Is newer always better?

I don’t think so. Not a day goes by when someone doesn’t asks me whether he should migrate to the newer version of a software recently launched. My reply is almost always the same – if you can’t do something with the older version, what makes you think you can do it with the newer? Its not like it can read your mind with the latest version and do what you want it to do instead of doing what you tell it to do. There is hardly ever any genuine reason to upgrade. Most software companies would go bust if they didn’t come out with a newer version of their products twice a year. But there is never anything substantial enough for you to actually upgrade.

People like to believe that the newer software works better than the older versions. That it would be able to do what they are trying to do without the learning curve. Basically a free slice of the software pie. Output without any effort at input. All I can say is don’t be fooled by the marketing hypes. Chances are that if you could not do something with the older version, you can forget doing it with the newer ones. It doesn’t work that way.

A computer is a tool. Just a tool. Like a hammer. A bigger and better hammer won’t spare your finger if you miss the nail. And if you couldn’t tighten a nut with the old hammer, there is no way you can do it with the new one. It just wasn’t designed for that. You’re better off getting a spanner to do the job. Even a old one will do. A computer will work exactly as you want provided you understand what its for and what it can do. Same is true for every software ever written.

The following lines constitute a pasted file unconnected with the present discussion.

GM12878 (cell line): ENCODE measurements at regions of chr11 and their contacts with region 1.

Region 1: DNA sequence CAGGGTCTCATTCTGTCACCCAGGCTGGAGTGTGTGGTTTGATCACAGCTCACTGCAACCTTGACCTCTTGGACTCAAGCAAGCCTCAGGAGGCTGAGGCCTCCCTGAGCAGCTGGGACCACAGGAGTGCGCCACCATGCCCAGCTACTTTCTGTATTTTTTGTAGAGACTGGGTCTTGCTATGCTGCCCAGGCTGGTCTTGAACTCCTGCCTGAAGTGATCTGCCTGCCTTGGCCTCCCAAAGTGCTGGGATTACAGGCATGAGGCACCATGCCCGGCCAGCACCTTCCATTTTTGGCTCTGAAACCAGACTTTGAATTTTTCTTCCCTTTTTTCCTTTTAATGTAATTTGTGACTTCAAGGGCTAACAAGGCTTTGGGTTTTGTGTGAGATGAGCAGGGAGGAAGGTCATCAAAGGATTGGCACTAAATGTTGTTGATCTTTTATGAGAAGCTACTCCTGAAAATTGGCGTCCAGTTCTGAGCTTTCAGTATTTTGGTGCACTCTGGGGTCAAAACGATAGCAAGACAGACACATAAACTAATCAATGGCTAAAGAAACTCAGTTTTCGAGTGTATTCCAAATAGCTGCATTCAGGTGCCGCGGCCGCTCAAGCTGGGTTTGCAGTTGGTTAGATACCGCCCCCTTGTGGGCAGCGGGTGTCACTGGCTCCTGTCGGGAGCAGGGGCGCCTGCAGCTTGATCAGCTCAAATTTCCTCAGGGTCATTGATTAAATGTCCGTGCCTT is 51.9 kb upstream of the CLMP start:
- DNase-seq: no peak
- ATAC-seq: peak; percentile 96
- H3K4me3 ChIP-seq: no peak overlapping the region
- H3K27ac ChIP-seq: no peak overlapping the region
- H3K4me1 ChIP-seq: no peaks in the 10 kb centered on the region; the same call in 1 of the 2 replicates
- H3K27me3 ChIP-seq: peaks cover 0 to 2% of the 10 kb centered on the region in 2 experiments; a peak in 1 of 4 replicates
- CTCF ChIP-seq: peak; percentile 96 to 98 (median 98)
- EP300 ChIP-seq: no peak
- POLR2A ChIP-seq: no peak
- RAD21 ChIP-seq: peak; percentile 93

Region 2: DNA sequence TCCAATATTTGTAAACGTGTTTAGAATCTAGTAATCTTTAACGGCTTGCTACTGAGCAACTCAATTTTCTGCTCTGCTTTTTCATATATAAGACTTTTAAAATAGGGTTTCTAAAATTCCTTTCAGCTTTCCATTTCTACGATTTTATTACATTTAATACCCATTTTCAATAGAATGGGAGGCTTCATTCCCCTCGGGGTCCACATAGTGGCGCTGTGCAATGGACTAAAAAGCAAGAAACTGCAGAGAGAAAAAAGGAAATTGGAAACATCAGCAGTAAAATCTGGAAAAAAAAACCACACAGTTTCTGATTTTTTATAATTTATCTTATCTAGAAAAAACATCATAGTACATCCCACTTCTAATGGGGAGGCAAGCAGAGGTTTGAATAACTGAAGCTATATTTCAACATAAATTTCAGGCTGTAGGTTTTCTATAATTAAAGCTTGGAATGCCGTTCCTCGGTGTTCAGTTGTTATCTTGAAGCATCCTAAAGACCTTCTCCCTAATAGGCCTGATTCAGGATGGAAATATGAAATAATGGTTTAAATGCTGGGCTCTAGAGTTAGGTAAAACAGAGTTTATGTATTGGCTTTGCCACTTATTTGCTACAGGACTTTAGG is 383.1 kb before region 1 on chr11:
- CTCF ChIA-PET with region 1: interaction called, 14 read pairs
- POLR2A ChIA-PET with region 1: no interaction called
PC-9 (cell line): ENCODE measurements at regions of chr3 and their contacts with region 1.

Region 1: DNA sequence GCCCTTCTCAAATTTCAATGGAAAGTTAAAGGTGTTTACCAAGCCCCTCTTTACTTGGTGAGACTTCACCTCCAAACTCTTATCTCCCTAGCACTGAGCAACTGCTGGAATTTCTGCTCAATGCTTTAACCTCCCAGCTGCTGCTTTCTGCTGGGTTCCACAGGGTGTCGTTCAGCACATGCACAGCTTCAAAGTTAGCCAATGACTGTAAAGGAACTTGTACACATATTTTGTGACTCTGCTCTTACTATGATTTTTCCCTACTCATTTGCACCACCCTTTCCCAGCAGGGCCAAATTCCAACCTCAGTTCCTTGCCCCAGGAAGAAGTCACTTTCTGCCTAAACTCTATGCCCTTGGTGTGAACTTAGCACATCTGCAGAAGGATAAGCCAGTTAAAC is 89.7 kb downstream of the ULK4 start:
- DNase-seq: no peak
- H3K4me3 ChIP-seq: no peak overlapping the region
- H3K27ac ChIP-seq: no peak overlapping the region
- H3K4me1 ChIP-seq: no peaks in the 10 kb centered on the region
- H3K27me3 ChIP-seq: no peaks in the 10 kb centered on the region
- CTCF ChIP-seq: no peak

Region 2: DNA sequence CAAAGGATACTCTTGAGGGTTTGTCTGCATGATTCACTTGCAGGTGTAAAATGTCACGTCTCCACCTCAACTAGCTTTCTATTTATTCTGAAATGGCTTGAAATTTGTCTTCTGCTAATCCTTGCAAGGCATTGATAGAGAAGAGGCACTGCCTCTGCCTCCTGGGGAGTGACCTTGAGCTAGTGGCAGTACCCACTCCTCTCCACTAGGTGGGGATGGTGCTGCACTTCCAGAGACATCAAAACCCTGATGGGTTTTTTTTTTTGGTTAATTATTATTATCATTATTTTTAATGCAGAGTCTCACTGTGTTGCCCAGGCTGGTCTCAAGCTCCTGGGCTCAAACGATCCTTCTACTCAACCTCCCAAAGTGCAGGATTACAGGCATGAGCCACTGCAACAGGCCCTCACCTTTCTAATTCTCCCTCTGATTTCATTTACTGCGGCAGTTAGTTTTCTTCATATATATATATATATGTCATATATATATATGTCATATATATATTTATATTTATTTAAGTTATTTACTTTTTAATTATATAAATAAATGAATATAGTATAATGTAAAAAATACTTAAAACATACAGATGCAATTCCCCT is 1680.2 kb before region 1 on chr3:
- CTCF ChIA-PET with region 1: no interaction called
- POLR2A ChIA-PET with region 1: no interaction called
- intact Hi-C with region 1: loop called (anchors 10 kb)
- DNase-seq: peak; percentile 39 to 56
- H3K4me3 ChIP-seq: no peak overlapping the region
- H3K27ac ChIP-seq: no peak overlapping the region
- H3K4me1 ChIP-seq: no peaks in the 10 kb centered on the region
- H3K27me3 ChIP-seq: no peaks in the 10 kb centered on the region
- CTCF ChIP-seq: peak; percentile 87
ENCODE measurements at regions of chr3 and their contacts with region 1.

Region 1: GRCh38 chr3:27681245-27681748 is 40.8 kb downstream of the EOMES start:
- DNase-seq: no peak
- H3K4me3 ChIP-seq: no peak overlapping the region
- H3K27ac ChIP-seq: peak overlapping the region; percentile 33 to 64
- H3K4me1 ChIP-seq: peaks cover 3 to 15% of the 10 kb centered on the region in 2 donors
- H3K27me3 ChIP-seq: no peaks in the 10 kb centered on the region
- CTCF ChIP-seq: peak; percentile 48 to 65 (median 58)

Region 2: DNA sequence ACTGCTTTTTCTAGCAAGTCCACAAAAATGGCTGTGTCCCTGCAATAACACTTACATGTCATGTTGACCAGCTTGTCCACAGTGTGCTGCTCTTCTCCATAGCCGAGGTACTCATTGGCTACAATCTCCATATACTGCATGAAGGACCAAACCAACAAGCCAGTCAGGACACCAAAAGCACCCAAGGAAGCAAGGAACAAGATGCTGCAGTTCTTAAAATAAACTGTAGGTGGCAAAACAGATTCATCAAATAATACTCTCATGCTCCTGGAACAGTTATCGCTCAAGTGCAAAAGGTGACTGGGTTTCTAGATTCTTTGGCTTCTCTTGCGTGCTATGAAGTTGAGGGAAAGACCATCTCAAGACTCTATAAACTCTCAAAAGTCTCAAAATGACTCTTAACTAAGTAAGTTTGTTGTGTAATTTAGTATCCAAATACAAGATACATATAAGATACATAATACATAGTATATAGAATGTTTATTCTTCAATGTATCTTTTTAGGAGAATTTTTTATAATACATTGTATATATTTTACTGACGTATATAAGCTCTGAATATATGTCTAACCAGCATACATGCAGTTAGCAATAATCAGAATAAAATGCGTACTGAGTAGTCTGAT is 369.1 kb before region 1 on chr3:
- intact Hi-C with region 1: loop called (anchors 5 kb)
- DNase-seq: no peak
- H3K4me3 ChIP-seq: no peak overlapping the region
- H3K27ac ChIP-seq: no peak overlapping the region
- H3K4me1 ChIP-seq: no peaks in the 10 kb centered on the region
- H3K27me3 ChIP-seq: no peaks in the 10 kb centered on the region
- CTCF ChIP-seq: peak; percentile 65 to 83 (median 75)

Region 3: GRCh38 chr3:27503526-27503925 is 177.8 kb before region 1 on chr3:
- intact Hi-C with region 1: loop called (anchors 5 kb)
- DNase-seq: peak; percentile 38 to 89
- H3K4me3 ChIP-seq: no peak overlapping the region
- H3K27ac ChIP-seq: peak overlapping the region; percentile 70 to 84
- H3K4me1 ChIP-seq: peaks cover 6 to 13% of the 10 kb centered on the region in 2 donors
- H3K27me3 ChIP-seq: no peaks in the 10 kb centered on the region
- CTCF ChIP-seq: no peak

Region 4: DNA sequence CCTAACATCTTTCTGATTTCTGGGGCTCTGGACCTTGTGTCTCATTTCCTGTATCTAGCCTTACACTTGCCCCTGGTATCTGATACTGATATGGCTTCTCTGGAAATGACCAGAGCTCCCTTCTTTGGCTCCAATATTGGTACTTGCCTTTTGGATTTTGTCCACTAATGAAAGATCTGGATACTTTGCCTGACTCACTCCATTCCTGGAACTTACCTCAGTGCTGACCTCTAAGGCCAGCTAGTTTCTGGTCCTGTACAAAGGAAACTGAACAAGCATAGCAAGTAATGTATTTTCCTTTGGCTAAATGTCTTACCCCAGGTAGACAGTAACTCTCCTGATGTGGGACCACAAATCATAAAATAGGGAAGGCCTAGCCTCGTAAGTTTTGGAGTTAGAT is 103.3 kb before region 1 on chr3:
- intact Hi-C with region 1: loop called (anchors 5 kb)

My accountant still uses Pentium processors on monochrome monitors. He has never used Windows XP, nor does he care for it. He’s still in love with DOS/Windows 3.1 and an ancient software for accounting written in FoxPro/Dbase. The middle-aged nerds will remember what that is, no young one has heard of it. His firm’s outputs are on dot-matrix printers running pre-printed continuous stationary. And it works for him. He is one of the busiest accountants I know and one of the best. I have never known him to make a mistake or complain about buggy software.

If you want your computer to do something that you know it should, don’t upgrade the machine. Upgrade yourself and learn how to use it. Chances are that there is nothing wrong with the computer or the software. There have been no new avenues for humanity in the last thirty years so whatever you are trying to do must have been done before as well and that too with the technology available then. There is no reason it can’t do the same even today if you make the effort to figure out how to do it.

Of course, there are exceptions. But those are rare and far in between. Generally you don’t need to upgrade to get something done which someone else has done on older versions. When in doubt, check the net. Google for it and more often than not, you will not only get the method but also free advice against pitfalls. And from so many different sources, you will be able to choose the best implementation for your predispositions.

Addendum: Ok, the obvious exception here would be your anti-virus and related utilitites. They should always be current as far as definitions and updates are concerned. -S

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